The Outer Temple is thought to have been one of the ten Inns of Chancery. Previously unknown, its existence was first posited by A. W. B. Simpson and confirmed by John Baker in 2008. Little is known of it, other than that it lacked a hall; Baker suggests that this is the reason that it did not survive long enough to appear in many records.
It is believed that the Inns of Chancery evolved in tandem with the Inns of Court. During the 12th and 13th century the law was taught in the City of London, primarily by the clergy. During the 13th century two events happened which destroyed this form of legal education – firstly a papal bull in 1218 that prohibited the clergy from teaching the law, and secondly decrees by King Henry II and Henry III that no institutes of legal education could exist in the City of London As a result, the system of legal education fell apart, and the lawyers instead settled immediately outside the City of London as close as possible to Westminster Hall, where the Magna Carta provided for a permanent court. This was the small village of Holborn, where they inhabited "hostels" or "inns", which later took their name from the landlord of the Inn in question.
After the Temple was confiscated from the Knights Templar in 1312, King Edward II divided it between the Inner Temple and Outer Temple, being the parts of the Temple within and without the boundaries of the City of London. (The Inner Temple was in turn divided in two in 1337, the eastern part continuing to be called Inner Temple and the western part becoming known as Middle Temple. They were each leased to lawyers in 1346.)
Although the Outer Temple was an Inn of Chancery in the time of John Fortescue (died c.1480), little is known of it; it certainly lacked a hall, which Baker suggests is the reason that it did not survive past the 16th century.
While John Fortescue wrote of ten Inns of Chancery, each one attached to an Inn of Court "like Maids of Honour to a Princess", only nine were previously known. The existence of the tenth, Outer Temple, was first suggested by A. W. B. Simpson, who discovered a reference to a barrister named William Halle in the year books of the Serjeants-at-Law who was said to have come from the Outer Temple. At the time, Simpson debated whether it was a reference to a historical institution or simply a geographical address. In 2008 John Baker confirmed that it was most likely an institution with a discovery in the plea rolls of the Court of King's Bench of a barrister who claimed to be a "fellow of the [Outer] Temple". In 2013 John Baker discovered another member of the Outer Temple, Richard Palmer, who was sued in the Court of Common Pleas in 1523 and described as of the Exterior or Outer Temple, London.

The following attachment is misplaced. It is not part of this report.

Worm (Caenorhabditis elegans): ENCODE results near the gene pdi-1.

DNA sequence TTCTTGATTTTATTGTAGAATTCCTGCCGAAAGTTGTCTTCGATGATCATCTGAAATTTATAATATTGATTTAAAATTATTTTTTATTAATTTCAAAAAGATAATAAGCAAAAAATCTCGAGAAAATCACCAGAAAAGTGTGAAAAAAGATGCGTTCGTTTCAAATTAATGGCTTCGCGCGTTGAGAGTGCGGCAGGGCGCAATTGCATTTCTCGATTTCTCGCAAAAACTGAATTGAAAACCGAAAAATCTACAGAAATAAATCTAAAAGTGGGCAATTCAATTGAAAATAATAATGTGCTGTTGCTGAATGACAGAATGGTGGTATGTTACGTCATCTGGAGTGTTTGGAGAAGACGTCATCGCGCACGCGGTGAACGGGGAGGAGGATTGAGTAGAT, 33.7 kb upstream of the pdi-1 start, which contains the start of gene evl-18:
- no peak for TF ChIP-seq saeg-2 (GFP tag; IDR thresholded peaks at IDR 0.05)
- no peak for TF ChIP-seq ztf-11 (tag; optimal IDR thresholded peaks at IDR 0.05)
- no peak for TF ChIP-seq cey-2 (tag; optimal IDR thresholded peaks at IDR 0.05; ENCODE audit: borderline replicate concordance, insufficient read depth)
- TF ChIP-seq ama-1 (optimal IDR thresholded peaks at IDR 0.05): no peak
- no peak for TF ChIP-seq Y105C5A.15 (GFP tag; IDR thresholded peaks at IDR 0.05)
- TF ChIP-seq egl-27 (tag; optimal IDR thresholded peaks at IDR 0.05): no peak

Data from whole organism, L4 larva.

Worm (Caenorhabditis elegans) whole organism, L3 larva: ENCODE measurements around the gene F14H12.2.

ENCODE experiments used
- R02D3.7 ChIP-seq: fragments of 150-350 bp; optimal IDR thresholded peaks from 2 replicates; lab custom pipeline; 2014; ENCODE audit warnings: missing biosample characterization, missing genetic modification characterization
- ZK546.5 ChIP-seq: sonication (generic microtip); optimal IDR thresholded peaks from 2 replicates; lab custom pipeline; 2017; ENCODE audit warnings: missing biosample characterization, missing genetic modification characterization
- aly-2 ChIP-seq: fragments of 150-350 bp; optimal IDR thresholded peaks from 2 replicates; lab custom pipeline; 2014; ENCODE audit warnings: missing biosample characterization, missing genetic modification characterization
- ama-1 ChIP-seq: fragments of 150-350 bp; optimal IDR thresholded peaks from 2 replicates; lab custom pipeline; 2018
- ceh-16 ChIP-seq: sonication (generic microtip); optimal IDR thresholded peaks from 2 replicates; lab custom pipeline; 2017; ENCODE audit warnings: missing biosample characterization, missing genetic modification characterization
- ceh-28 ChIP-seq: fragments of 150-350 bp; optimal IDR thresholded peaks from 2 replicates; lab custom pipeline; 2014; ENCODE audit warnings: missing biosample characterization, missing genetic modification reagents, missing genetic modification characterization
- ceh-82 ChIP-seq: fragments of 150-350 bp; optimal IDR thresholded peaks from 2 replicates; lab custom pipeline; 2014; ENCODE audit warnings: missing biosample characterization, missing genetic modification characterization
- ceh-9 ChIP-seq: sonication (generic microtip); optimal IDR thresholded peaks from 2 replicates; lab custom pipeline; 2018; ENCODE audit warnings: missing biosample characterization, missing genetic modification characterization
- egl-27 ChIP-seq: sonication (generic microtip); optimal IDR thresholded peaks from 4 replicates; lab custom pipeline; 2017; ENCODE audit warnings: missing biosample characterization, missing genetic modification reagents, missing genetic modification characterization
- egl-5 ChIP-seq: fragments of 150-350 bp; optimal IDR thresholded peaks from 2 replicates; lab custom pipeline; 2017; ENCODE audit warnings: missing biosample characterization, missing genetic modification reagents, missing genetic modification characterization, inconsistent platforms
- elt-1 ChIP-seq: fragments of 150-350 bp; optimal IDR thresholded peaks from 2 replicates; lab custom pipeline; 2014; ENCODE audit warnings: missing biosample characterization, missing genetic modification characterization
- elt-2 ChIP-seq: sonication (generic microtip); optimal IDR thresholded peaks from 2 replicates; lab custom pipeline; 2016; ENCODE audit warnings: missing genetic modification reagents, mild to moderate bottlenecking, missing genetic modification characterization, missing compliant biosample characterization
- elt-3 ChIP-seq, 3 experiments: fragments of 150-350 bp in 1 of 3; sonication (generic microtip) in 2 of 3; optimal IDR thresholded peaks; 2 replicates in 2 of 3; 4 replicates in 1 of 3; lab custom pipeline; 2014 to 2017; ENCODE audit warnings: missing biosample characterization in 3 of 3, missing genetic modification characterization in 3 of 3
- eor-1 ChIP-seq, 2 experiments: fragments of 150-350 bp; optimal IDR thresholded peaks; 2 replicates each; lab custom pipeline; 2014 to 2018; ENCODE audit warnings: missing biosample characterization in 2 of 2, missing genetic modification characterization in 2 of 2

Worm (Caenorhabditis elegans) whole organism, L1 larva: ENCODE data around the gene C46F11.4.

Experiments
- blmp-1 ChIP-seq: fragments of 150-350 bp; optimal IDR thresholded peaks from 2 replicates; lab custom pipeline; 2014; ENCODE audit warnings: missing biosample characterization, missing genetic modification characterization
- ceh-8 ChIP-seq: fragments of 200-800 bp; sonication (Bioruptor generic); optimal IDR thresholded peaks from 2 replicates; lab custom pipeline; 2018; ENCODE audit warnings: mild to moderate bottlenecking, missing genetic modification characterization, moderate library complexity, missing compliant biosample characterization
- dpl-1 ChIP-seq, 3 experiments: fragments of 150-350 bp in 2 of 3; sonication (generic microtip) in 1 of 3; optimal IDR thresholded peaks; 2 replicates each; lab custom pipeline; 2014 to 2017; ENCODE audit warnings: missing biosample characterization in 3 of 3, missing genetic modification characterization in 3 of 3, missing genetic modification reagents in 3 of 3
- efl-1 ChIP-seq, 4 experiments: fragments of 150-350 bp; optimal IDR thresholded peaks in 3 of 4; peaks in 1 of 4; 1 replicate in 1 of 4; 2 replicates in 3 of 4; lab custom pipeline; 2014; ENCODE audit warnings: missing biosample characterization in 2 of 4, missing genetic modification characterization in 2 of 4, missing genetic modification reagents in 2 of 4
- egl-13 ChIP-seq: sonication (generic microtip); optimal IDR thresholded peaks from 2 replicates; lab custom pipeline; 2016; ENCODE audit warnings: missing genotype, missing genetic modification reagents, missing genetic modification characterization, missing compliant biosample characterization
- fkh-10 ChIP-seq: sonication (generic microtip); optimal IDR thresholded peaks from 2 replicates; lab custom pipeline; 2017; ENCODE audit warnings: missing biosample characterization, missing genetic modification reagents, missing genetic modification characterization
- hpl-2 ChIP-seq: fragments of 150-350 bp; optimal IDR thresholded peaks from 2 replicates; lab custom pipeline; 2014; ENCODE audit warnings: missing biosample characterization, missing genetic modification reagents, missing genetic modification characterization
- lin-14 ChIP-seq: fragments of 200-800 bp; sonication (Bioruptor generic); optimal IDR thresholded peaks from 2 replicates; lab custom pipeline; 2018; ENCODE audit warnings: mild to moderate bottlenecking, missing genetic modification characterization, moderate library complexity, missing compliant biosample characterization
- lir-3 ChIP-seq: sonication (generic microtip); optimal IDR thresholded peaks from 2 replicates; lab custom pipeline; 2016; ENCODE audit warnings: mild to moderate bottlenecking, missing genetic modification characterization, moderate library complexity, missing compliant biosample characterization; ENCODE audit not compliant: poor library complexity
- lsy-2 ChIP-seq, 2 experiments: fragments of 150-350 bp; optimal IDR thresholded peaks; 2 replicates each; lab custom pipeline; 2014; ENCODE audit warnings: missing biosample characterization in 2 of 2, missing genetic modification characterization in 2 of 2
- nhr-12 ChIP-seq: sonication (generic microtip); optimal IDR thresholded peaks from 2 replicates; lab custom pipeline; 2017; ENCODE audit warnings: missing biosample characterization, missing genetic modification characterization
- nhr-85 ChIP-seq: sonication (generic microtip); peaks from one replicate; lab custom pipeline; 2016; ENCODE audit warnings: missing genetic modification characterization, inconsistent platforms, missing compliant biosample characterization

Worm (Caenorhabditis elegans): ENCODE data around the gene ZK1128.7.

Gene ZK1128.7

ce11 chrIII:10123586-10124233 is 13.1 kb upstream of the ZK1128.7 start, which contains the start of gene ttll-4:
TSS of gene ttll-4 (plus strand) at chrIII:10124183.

There is a 19th-century building called "The Outer Temple", situated between Strand and Essex Court/Brick Court (of the Middle Temple), just outside the Middle Temple boundary in the City of Westminster, and directly opposite the Royal Courts of Justice. It is occupied by barristers (as well as a branch of a retail bank) but is not directly related to the historic Outer Temple.
- Watt (1928) P.5
- Bellot (1902), p. 32
- Bellot (1902), pp. 19-22
- Baker (2008) p.387
- Watt (1928) P.9
- Loftie (1895) p.252
- Baker (2008) p.386
- Baker (2013), Postscript to “The Inn of the Outer Temple”, in Collected Papers
- Outer Temple - location
- Baker, John (2008). "The Inn of the Outer Temple". Law Quarterly Review. Sweet & Maxwell (124). ISSN 0023-933X.
- Baker, John (2013). Collected Papers on English Legal History. Cambridge University Press. ISBN 9781107020436.
- Bellot, Hugh (1902). The Inner and Middle Temple. London: Methuen & Co.
- Loftie, W J (1895). The Inns of Court and Chancery. New York: Macmillan & Co. OCLC 592845.
- Watt, Francis; Dunbar Plunket Barton; Charles Benham (1928). The Story of the Inns of Court. Boston: Houghton Mifflin. OCLC 77565485.